Google agrees to delete personal data collected in the U.K.


This article was originally on a blog post platform and may be missing photos, graphics or links. See About archive blog posts.

View Larger Map

Google has agreed to delete personal data its Street View trucks picked up in the U.K. while cruising around, snapping photos for Google Maps, British officials said Friday.


The British Information Commissioner said that Google would improve its data protection training for employees worldwide and also create a privacy document for each one of its new projects.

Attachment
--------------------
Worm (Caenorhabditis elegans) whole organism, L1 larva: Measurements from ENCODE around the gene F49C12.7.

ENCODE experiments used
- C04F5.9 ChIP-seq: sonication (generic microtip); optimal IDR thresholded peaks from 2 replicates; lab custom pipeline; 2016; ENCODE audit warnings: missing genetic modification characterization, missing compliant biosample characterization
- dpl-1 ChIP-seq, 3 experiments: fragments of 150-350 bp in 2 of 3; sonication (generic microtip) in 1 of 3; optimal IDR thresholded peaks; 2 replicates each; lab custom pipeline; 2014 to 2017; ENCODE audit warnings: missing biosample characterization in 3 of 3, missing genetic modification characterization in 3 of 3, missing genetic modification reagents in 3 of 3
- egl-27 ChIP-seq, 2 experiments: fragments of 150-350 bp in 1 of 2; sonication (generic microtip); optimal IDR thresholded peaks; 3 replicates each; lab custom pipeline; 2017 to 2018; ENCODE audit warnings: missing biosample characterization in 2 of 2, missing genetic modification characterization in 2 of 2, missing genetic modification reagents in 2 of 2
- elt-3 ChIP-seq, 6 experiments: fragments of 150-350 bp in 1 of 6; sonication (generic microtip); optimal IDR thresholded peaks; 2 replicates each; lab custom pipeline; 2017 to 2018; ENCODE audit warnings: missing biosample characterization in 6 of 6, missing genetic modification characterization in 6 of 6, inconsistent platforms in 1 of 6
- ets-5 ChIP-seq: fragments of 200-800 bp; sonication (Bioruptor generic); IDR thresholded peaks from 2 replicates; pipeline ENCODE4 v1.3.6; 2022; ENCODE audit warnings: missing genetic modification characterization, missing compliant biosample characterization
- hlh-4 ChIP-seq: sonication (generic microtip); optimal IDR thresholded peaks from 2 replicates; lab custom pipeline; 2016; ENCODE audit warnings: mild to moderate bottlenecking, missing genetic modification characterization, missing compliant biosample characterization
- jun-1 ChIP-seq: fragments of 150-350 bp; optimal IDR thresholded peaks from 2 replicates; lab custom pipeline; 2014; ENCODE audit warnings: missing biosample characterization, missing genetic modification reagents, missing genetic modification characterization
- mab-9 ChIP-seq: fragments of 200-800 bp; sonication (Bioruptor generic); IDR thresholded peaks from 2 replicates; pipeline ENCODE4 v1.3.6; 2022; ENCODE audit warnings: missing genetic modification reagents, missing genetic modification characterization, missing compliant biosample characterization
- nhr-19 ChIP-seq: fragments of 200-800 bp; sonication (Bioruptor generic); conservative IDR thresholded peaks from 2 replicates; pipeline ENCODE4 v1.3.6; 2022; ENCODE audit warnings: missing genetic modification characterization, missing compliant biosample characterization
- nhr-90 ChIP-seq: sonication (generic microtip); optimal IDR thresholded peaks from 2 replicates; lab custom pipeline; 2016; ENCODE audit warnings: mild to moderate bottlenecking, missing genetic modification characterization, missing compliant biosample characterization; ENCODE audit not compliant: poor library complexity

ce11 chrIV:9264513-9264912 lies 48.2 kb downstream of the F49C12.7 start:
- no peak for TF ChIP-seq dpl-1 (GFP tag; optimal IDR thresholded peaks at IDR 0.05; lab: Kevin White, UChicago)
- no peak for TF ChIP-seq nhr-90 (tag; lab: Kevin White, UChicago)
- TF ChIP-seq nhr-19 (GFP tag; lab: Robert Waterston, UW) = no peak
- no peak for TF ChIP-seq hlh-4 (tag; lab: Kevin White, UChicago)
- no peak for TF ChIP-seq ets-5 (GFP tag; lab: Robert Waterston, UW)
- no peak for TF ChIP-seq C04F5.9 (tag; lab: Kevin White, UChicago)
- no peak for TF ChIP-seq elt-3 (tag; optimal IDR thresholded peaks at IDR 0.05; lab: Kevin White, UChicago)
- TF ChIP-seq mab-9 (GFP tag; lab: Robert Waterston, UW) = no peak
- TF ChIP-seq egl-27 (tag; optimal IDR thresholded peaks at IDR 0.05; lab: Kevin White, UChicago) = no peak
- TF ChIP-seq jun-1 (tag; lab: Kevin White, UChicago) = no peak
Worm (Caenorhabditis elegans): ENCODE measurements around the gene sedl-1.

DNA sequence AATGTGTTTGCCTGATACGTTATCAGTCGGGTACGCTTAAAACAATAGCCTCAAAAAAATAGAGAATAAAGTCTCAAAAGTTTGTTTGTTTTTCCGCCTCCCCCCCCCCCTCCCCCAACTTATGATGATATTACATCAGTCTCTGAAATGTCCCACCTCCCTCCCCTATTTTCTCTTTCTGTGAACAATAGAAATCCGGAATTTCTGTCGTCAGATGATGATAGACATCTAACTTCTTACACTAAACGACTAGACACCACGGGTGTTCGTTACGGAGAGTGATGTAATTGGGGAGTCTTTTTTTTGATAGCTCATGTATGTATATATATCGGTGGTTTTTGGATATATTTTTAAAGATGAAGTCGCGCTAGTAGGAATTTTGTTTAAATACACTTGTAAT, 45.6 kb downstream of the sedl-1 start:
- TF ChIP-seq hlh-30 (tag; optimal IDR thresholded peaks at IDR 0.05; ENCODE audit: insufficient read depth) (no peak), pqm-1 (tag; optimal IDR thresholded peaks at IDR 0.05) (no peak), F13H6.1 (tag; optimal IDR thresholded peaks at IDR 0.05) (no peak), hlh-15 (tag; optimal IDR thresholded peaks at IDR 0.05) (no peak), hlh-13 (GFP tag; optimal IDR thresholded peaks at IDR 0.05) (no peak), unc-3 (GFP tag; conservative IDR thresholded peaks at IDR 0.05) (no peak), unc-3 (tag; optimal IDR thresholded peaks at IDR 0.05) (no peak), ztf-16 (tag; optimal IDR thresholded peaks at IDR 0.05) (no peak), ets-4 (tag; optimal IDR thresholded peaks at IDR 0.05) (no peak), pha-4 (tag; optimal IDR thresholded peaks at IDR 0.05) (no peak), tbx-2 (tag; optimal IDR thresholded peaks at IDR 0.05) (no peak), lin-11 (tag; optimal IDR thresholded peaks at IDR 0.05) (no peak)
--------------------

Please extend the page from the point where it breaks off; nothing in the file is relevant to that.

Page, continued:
The changes in practice for Google come after government regulators in the U.S. and the U.K. learned that the search-engine giant was acquiring passwords and other private online information being transmitted over unsecured wireless networks during drive-arounds to shoot 360-degree images used in Google Maps with Street View.

Google, for its part, has said it captured the private data by mistake and has pledged not to do it again.


Google Sky Map now has time travel function

Google Street View used as evidence in heroin-dealing case


Google being investigated by the FCC for wireless data collection

-- Nathan Olivarez-Giles

Above: Google Maps with Street View image of Big Ben, the great bell of the clock at the north end of the Palace of Westminster, in London.